Talking About Tourists

Concerns in Cold Spring over trolley, congestion

It’s a sure sign that spring, and with it the tourist season, are just around the corner when the trolley and sidewalk congestion come up at a meeting of the Cold Spring Village Board.

Eliza Starbuck, the president of the Cold Spring Chamber of Commerce, spoke to the board at its March 10 meeting about preparations for an increase in visitors.

Under the direction of Mayor Dave Merandy, village workers recently removed a bench outside the Hudson Hils Cafe & Market at 129-131 Main St. because it contributed to the congestion caused by customers waiting to be seated in the restaurant. She asked that it be returned.

“It’s a real problem,” said Deputy Mayor Marie Early in response. “People can’t get past it.”

Merandy described the location as “a bottleneck,” adding, “I have to fight my way through there almost every weekend.”

Bob Hayes, who co-owns the cafe with his wife, Hilary, said he takes phone numbers from customers who are waiting and encourages them to walk around the village until a table opens. “But they don’t listen,” he said. “They’re oblivious.”

“It’s really unfortunate that we are being singled out,” Hayes said.

“You are not being singled out,” Merandy responded, raising his voice.

The mayor said numerous merchants along Main Street continue to move merchandise and tables out past their stoops or the 3-foot limit allowed under the village code.

“Then we’re the bad guys when we say, ‘Can you move those back? ’ ” Merandy said. “There are a lot of people on weekends, and weekends are starting to turn into every day.”

He said the area will be monitored to see if eliminating the bench reduces congestion.

The trolley

Starbuck reported that Putnam County has accepted the chamber’s suggested changes to the route of the Cold Spring Trolley, including switching to a single, two-hour looped route.

When she mentioned the War Memorial near the corner of Main and Chestnut streets would be a trolley stop, Early said, “I thought we said ‘no’ to that.”

Trolley at Mount Beacon

The trolley awaits riders. (File photo by L.S. Armstrong)

Starbuck said she would speak with county Transportation Director Vinny Tamagna to see if the stop could be removed. “We’re trying to find a stop near the top of the hill,” she said.

When Starbuck said the trolley will also stop in front of Butterfield Library, Early pointed out that the board had also objected to that location.

“You came to us and we said ‘no’ to those stops,” Early said. “Yet you took them to Putnam County and that’s what they’re planning on.”

Early said the width of the trolley creates safety problems along Main Street.

“A whole lot of progress has been made” with the trolley’s route and schedule, said Jack Goldstein, a member of the chamber board. “I don’t consider it a finished product at this point. We’re going to continue to massage this.”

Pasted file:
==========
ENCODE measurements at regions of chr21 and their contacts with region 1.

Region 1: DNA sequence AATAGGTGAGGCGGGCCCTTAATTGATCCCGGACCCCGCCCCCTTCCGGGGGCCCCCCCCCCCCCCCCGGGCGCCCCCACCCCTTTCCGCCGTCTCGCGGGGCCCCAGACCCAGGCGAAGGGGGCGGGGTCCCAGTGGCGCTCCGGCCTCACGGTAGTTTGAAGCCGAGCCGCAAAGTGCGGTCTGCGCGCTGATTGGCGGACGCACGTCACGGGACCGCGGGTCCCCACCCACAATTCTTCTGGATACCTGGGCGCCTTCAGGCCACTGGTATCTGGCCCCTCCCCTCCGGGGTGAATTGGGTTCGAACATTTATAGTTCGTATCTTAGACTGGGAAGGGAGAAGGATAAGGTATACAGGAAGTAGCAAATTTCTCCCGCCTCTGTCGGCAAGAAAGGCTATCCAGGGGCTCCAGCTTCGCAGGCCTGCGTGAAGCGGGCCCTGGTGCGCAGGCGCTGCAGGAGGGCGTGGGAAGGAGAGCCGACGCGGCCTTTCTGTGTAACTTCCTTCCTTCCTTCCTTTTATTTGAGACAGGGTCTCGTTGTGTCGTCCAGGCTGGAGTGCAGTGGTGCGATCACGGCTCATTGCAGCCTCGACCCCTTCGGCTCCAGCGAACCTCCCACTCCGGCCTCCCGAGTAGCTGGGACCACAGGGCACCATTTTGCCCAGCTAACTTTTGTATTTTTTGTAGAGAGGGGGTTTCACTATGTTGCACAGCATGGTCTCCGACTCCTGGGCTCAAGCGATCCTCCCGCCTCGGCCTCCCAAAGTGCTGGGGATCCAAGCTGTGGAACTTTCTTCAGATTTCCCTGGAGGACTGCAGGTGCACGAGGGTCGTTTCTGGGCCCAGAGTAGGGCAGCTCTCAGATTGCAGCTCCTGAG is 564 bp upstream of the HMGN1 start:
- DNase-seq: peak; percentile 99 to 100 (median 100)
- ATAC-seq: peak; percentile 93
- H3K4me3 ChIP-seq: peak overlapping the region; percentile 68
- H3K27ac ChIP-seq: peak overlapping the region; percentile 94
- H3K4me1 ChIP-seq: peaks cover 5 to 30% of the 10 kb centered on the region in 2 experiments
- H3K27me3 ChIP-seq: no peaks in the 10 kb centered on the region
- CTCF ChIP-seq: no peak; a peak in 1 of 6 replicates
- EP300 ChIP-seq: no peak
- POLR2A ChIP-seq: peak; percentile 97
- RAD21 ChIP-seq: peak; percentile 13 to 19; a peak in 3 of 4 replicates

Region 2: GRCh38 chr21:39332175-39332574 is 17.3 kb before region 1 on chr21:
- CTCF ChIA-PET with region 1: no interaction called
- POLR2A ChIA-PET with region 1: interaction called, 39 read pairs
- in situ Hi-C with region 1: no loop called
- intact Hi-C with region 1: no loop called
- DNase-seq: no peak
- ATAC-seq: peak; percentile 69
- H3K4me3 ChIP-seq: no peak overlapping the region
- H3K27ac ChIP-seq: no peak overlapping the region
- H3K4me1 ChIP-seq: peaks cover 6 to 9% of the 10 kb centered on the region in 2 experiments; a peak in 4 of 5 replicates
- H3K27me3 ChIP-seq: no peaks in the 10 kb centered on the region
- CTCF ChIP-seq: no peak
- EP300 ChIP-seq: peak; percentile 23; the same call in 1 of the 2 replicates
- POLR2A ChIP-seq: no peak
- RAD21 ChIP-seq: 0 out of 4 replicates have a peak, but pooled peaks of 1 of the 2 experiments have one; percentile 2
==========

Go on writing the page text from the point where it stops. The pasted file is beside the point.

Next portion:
Water quality

Later in the meeting, Hayes expressed concern about the quality of village water.

When tap water has been “not palatable,” he said he purchased water to serve to customers. “On top of that, I’ve spent hundreds of dollars replacing filters for the building, ice maker, soda machines and coffee makers.” Individual filters cost up to $150, he said.

“Do I have any recourse,” such as compensation for filters?, he asked.

“I would say no,” Merandy replied, adding that if Hayes were compensated everyone in the village would be also entitled “at whatever millions that would cost.”

In other business …

■ The Cold Spring Police Department answered 51 calls for service in February and made four arrests, including for criminal mischief, criminal possession of a controlled substance and unauthorized use of a vehicle. Officers also issued 61 summonses for moving violations, including 21 for speeding, and 32 parking tickets.

■ Trustees approved rehiring Nico Dellavalle as parking enforcement agent for the upcoming summer at a pay rate of $15 an hour. It will be his third summer on the job.

■ Planning Board Chair Matt Francisco said he expects to receive an application soon to change the use of the second floor of Building 1 at the Butterfield redevelopment from office/commercial to six senior housing rental units.

The Planning Board is also considering an application for a change of use at 20 The Boulevard, the former Campbell estate, from residential to residential/tourist home, with up to five rooms available for rent. Five rental rooms would require the facility to meet state laws governing hotels, he said.

Finally, the Planning Board is reviewing an updated site plan to address complaints about refuse and debris behind Foodtown Plaza.

■ Burke said former Cold Spring officer Bill Bujarski is making good progress reorganizing the evidence room, which ultimately will include disposal of evidence from cases dating back to the 1980s. Burke said the disposition of years’ worth of unclaimed lost and found items, including cash, must also be determined within state law guidelines.

■ The next flush of the village water system is scheduled for April 6 through 10.

■ The annual Nelsonville Fish and Fur Club’s Kids Fishing Derby will be held on May 3 from 8 a.m. to 4 p.m. at the village reservoir on Fishkill Road.

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One thought on “Talking About Tourists

  1. The benches along Main Street are used by seniors who need a seat. They are placed along the way so that frail seniors, people with disabilities and parents with young children can sit and rest or catch their breath. The bench outside Hudson Hil’s should be returned — taking it away targets the vulnerable. [via Facebook]